I must tell you that your approach note exercises are such a gift! They were the missing link of my improvisations. I am studying now all types of approaching each chord note of each chord according to your book. It sounds modern and cool, and it helps you to figure out the chord notes as well. Thank you for this book!
Tom Schneider (verified owner) –
I have been using Steve’s II-V-I patterns, Approach Note Velocity, and
Mastering the Dominant Bebop Scale books and can honestly say that my
playing has grown more than any other methods I have studied. Steve’s
practical approach really allows someone at any level to apply directly
to their improvising. As a working musician I really do appreciate
methods such as Steve’s that make the best use of my practice time…..
these really work!
Tom Schneider – R&B/Funk/Jazz saxophone during the night, Electrical
Engineer during the day.
John Pritchett (verified owner) –
I got the book.
By the way, a few months ago, I noticed a sudden, distinct improvement in the improvising of our lead tenor player. (Joe Sullivan–Blue Moon Big Band.) When I commented on it, he pulled out a copy of Approach Note Velocity. Maybe this book + some hard work will do the same magic for me.
Randall S. Closson (verified owner) –
I have been working regularly with both Steve’s II-V-I patterns (major and minor) and his Approach Note Velocity books. Instead of going from front to back on these, I concentrated on the keys that I use the most and gradually started delving in to the other keys. After ove 40 years of playing, I have never worked through anything that has opened me up to new ideas and gotten me out of a playing “rut” faster than these books. I am hearing new things in my playing and so are others and I am constantly getting more comfortable playing in any key. I am by no means finished working with these books and consider them a “lifetime” project. Who says you can’t teach an “old dog” new tricks? I just wish I had access to something like this about 35 years ago. Steve can expect that I will be adding his Mastering the Dominant Bebop Scale book to my arsenal very soon.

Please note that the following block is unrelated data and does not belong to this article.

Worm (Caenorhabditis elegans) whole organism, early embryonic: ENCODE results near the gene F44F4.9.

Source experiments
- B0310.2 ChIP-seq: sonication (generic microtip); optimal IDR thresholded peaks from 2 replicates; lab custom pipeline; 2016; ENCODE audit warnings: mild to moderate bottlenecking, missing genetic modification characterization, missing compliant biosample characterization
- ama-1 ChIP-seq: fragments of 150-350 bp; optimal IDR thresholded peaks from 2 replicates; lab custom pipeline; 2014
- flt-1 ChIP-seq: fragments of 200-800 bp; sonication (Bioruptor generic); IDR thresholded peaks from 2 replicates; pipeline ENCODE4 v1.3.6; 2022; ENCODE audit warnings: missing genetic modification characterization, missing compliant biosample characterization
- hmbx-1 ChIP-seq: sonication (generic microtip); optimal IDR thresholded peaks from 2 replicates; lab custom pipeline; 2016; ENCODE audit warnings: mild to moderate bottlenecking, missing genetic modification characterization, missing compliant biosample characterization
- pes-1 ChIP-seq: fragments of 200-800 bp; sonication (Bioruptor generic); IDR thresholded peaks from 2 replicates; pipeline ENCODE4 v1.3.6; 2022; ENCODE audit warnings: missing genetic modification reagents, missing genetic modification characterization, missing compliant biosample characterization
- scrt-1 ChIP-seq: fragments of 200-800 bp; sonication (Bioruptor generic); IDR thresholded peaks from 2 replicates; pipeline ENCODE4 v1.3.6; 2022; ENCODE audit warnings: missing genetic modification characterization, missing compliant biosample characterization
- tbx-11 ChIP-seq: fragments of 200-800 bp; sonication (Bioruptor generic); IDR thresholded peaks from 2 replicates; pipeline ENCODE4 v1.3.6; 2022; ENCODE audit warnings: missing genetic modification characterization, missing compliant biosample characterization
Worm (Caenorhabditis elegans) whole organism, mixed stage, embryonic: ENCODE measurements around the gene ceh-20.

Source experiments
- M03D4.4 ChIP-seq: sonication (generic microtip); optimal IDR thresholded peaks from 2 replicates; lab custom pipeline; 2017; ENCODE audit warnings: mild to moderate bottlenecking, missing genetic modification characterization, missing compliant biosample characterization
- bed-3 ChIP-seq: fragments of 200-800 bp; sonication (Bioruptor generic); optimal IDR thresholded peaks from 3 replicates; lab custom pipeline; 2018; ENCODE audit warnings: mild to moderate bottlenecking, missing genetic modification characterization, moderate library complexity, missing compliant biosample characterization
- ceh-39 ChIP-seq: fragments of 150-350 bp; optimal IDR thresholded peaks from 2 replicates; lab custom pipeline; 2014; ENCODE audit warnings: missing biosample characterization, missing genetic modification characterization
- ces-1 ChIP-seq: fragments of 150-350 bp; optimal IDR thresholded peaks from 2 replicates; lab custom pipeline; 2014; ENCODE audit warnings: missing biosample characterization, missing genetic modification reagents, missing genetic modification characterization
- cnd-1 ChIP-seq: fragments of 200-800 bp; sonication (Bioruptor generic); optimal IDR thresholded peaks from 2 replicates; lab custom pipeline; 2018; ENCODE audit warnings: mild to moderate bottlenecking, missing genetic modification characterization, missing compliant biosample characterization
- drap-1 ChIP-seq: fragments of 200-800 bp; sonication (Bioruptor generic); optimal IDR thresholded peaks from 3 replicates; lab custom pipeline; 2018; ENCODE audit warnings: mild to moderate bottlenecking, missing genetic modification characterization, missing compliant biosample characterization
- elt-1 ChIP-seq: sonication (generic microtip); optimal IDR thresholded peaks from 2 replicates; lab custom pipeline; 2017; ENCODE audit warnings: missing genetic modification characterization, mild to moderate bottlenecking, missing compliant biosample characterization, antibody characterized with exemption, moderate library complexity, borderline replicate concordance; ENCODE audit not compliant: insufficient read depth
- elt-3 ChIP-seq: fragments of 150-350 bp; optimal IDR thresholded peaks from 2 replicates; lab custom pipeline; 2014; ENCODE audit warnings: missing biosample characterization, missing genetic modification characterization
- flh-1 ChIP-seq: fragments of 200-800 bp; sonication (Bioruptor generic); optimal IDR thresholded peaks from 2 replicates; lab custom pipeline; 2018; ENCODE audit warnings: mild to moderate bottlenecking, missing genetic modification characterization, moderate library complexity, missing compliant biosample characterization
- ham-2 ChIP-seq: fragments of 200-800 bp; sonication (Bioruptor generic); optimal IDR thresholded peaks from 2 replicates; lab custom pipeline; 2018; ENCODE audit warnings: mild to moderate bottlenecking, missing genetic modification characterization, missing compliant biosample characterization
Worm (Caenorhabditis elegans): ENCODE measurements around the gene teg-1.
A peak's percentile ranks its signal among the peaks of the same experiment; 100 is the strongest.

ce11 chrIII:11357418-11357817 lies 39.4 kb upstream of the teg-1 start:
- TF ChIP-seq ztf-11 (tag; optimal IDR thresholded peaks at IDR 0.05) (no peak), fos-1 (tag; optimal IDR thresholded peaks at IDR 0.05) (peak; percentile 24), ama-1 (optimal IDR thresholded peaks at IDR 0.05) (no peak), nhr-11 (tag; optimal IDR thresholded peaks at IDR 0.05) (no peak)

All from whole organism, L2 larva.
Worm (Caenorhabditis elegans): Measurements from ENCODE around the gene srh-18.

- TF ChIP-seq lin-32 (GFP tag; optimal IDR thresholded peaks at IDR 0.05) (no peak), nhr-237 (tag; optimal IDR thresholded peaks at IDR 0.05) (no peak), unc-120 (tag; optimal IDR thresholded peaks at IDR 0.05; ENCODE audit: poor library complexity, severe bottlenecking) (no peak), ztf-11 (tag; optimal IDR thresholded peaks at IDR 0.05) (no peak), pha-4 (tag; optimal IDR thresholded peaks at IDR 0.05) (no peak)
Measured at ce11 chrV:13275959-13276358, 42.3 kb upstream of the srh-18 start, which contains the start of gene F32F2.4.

Randall S. Closson
Ian (verified owner) –
Thank you Steve!
The exercises look good! Just taking a few minutes to flip through the book I can see how well it was made. I also plan to encourage my more advanced students to buy the book.
I’m looking forward to getting my hard copy in the mail from Lulu so I don’t burn up my printer cartridges!
Thanks again, Ian
Sinkdrain (verified owner) –
Well, in searching for a new way to help my students double time during solos I decided to give Steve Neff’s “Approach Note Velocity” book a go.
The youtube clips of his approach reminded me of the lines I often play in the few keys I am very comfortable in. Got the book and realized that I would benefit greatly by working on this myself. Right off the bat it got me playing some appraches and lines I wouldn’t normally reach for. And best of all it got me playing in all the keys. I discovered that the sole reason I was comfortable in certain keys is because I already had a vocabulary of approaches. The book leveled the playing field in my uncomfortable keys by providing new vocabulary.
Another killer thing that I have been doing is taking his smaller approach cells and rhythmically displacing them. To aebersold, I’ll take Neff’s 1st approach and improvise playing all of them on one, then another round on the and of 1, then another round of 2, then beginning the and of 2, etc… This is opening up my awareness of where I am in the bar. Forcing resolutions in locations I never would have otherwise. Cool stuff…
These approaches are also polishing my altissimo register as the cells are very easy to hear and make a nice platform to play them up in that register with a quality tone and intonation.
Get this book… It’s great stuff.
David Machin (verified owner) –
This is a really special kind of teaching material Steve is producing. And it is all laid out easily and without complex terminology. What Steve is really good at doing is showing that starting with very simple ingredients you can make some great lines and that more complex and interesting ideas can easily then be built on these. With Steve’s books I really feel a clear sense of direction and confidence that I am building a repertoire. I can see where I am going and how I can get better. With older kinds of material I often lost my way with it, or just took some bits and pieces here and there, the whole seeming too much. Here if you just get one of Steve’s examples from the book down you can play something that sounds like music. Then you get two down and try combinations. Then you can imagine what will happen when you get say ten down and with more speed. You can see where this will take you. And for me that is the biggest difference with this material: I can see where the work and effort will take me.
Al Elias –
I started working on the Approach Note Velocity books I recently purchased. What can I say but Wow! I can’t begin to describe the immediate sense of freedom, confidence and creativity these exercises have brought to my playing! I’m just following your advice (at the beginning of the book) and suddenly, this world of possibility has opened up. improving my ability to improvise…no end! I have a ton of jazz study material but this is by far the most logical approach to improvisation I have studied so far. Thanks so much 🙂